The origins of the spread of this nomadic culture can be found in the Kazakh steppes, where populations already present in the Bronze Age (2700 to 900 BC) mixed with peoples from a large region in the north of Mongolia and also with the peoples of southern Central Asia. As a result of this mixture, the Sarmatians and the East Scythians emerged in the Urals and Altai respectively, and subsequently spread across the Kazakh steppe from 800 to 100 BC. From the end of the Iron Age to 500 AD, the study reveals a continuous flow from eastern Eurasia to southern Kazakhstan and Persia.

Finally, the comparison with the DNA of current Kazakhs shows that their genetic profile cannot solely be modelled from these ancient migrations. This suggests that the genetic homogeneity of the Kazakh ethnicity most certainly dates from the establishment of the Kazakh Khanate in the 15 century.

Trends in infant mortality in Kyrgyzstan

A study published last March and funded by Unicef in The Lancet Global Health looked at infant mortality in Kyrgyzstan from 1990 to 2018. Based on public data, researchers determined that infant mortality declined by 46% over this period. This reduction, compared to the 70% drop observed on average in the rest of Central Asia, varies by region. The analysis suggests that this decrease in mortality is mainly due to the increase in breastfeeding in the first hour after birth.

The number of stillbirths remained constant, while deaths among children under five fell 69%, reflecting the trend observed in the rest of Central Asia. The black mark in Kyrgyzstan is the number of maternal deaths during childbirth, which has fallen by just 7%, compared to 54% in other Central Asian countries.

The researchers also determined the main reasons for these deaths. Better management of premature births and the associated risks of infection and pneumonia could save nearly 4,000 newborns by 2030. Micronutrient supplementation for mothers would also greatly reduce their risk of death. With a set of other measures listed by the authors, around 600 lives could be saved each year in Kyrgyzstan by 2030.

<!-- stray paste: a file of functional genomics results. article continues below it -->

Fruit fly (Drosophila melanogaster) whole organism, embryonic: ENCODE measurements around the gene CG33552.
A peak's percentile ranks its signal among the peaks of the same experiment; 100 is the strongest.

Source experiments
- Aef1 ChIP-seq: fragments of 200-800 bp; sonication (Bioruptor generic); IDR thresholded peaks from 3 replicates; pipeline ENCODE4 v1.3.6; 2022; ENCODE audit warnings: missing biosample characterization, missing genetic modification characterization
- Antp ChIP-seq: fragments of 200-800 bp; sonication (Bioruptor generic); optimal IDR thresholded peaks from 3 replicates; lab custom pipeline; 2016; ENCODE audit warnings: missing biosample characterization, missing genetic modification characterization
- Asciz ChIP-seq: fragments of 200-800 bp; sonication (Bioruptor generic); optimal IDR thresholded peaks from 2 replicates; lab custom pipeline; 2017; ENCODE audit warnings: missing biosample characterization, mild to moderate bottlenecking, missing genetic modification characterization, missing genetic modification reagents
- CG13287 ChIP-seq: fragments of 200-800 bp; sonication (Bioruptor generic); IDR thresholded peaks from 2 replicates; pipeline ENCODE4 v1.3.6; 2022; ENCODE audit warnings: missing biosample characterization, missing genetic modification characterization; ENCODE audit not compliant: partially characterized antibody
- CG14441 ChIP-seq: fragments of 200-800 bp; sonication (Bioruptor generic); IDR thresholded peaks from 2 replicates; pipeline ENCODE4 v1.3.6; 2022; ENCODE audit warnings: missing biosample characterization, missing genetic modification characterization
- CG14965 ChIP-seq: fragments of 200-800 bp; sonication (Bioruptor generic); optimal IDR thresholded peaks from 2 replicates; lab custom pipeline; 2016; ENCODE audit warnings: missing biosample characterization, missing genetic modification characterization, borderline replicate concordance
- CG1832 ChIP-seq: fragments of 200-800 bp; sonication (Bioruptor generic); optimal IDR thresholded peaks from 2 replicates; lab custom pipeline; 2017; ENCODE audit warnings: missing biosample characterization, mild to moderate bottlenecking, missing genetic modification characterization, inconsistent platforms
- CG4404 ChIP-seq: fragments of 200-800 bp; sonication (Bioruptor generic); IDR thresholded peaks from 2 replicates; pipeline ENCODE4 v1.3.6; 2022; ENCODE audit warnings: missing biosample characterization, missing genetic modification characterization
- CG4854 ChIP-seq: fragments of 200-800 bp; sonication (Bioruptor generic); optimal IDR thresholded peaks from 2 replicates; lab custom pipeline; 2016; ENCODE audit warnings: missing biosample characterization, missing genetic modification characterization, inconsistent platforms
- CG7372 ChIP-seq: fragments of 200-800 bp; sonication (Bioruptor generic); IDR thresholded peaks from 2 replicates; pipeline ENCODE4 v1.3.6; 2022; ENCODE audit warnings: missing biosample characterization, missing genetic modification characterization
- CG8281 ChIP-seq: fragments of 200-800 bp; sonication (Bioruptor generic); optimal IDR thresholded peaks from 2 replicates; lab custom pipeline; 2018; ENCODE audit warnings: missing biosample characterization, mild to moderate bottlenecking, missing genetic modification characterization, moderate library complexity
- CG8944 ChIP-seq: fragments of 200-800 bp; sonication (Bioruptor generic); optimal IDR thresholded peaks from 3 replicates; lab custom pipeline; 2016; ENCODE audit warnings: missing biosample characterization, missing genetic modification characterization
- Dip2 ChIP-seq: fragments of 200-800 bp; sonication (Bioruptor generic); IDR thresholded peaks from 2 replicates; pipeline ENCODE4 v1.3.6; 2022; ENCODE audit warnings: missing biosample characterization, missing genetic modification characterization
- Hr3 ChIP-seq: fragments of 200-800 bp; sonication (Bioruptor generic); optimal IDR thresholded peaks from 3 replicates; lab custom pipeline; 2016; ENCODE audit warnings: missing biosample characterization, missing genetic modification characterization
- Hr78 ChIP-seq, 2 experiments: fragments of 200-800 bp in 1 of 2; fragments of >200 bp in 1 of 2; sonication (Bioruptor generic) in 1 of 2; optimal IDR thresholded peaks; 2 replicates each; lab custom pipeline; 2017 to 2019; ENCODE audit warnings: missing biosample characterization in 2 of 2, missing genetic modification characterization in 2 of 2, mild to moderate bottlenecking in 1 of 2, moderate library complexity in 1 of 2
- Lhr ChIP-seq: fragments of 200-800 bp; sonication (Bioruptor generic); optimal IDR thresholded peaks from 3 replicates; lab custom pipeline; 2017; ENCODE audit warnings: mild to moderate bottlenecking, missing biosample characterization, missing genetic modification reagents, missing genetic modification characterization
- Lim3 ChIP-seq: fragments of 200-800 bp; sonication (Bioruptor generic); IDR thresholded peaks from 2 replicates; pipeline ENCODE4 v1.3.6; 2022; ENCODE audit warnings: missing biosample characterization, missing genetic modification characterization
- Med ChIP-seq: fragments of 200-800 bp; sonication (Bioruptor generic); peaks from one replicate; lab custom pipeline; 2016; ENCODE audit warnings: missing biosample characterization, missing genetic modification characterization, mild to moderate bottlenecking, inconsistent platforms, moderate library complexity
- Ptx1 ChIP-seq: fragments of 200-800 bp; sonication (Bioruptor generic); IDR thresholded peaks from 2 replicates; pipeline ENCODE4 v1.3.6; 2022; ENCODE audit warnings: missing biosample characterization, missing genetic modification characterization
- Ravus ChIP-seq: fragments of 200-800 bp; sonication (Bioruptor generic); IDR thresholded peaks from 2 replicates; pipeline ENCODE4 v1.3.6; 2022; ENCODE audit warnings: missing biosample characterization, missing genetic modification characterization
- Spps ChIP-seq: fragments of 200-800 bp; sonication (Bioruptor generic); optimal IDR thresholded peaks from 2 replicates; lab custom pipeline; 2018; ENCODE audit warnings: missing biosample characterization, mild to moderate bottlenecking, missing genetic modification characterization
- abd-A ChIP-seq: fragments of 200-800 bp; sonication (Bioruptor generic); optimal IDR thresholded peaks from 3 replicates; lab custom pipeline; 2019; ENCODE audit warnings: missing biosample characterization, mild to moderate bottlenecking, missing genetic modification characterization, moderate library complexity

Determining a potential habitat for the Capra Sibirica could help protect it

Finally, information has grown concerning the habitat of the Siberian ibex. Capra sibirica is a Central Asian ibex classified as “Near Threatened” by IUCN and very commonly found in Tian Shan. In order to better protect them, a study published in Scientific reports on March 16 attempted to determine a potential habitat for this species. By focusing on a small number of environmental factors, such as roughness of terrain, altitude, distance to a water source or type of vegetation, the researchers were able to define the main determinants for the site selection.

This species has the particularity of seeing males and females choose different habitats during the summer season. Using the factors mentioned above, the scientists identified potential areas that meet their needs.

Females seem to prefer rougher terrain which provides better safety for their cubs and is normally situated closer to a water source. Generally speaking, males prefer moderately uneven terrain at higher altitudes. This difference in altitude is believed to be due to the males’ increased sensitivity to heat. Higher altitude also allows them to avoid being bitten by certain insects that are present at lower altitudes. This work could be useful in choosing the areas that should be preserved in order to better protect the Siberian Ibex and its habitat.


Written by Anthony Vial

Translated from French by Alice Coveney

Edited by Maya Ivanova